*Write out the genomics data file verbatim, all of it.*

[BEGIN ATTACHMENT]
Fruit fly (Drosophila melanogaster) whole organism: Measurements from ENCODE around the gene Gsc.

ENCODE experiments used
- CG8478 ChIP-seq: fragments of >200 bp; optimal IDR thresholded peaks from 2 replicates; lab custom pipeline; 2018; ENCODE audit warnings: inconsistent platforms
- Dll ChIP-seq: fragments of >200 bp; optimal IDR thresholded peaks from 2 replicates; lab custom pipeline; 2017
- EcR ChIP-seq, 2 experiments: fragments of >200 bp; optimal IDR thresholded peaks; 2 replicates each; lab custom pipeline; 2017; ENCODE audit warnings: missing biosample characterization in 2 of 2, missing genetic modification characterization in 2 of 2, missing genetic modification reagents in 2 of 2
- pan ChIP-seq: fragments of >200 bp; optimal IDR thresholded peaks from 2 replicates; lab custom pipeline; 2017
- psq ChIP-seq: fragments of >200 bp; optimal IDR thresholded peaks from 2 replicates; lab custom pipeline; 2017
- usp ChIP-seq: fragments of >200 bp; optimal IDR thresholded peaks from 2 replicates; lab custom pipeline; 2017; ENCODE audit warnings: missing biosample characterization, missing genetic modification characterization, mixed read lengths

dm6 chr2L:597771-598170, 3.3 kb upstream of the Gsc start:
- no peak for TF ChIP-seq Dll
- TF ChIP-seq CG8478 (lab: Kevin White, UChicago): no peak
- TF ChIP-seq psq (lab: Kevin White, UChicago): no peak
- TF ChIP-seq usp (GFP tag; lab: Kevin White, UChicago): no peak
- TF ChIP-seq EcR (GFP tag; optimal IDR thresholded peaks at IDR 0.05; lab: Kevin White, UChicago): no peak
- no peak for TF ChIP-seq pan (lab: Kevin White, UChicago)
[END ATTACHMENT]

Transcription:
Fruit fly (Drosophila melanogaster) whole organism: Measurements from ENCODE around the gene Gsc.

ENCODE experiments used
- CG8478 ChIP-seq: fragments of >200 bp; optimal IDR thresholded peaks from 2 replicates; lab custom pipeline; 2018; ENCODE audit warnings: inconsistent platforms
- Dll ChIP-seq: fragments of >200 bp; optimal IDR thresholded peaks from 2 replicates; lab custom pipeline; 2017
- EcR ChIP-seq, 2 experiments: fragments of >200 bp; optimal IDR thresholded peaks; 2 replicates each; lab custom pipeline; 2017; ENCODE audit warnings: missing biosample characterization in 2 of 2, missing genetic modification characterization in 2 of 2, missing genetic modification reagents in 2 of 2
- pan ChIP-seq: fragments of >200 bp; optimal IDR thresholded peaks from 2 replicates; lab custom pipeline; 2017
- psq ChIP-seq: fragments of >200 bp; optimal IDR thresholded peaks from 2 replicates; lab custom pipeline; 2017
- usp ChIP-seq: fragments of >200 bp; optimal IDR thresholded peaks from 2 replicates; lab custom pipeline; 2017; ENCODE audit warnings: missing biosample characterization, missing genetic modification characterization, mixed read lengths

dm6 chr2L:597771-598170, 3.3 kb upstream of the Gsc start:
- no peak for TF ChIP-seq Dll
- TF ChIP-seq CG8478 (lab: Kevin White, UChicago): no peak
- TF ChIP-seq psq (lab: Kevin White, UChicago): no peak
- TF ChIP-seq usp (GFP tag; lab: Kevin White, UChicago): no peak
- TF ChIP-seq EcR (GFP tag; optimal IDR thresholded peaks at IDR 0.05; lab: Kevin White, UChicago): no peak
- no peak for TF ChIP-seq pan (lab: Kevin White, UChicago)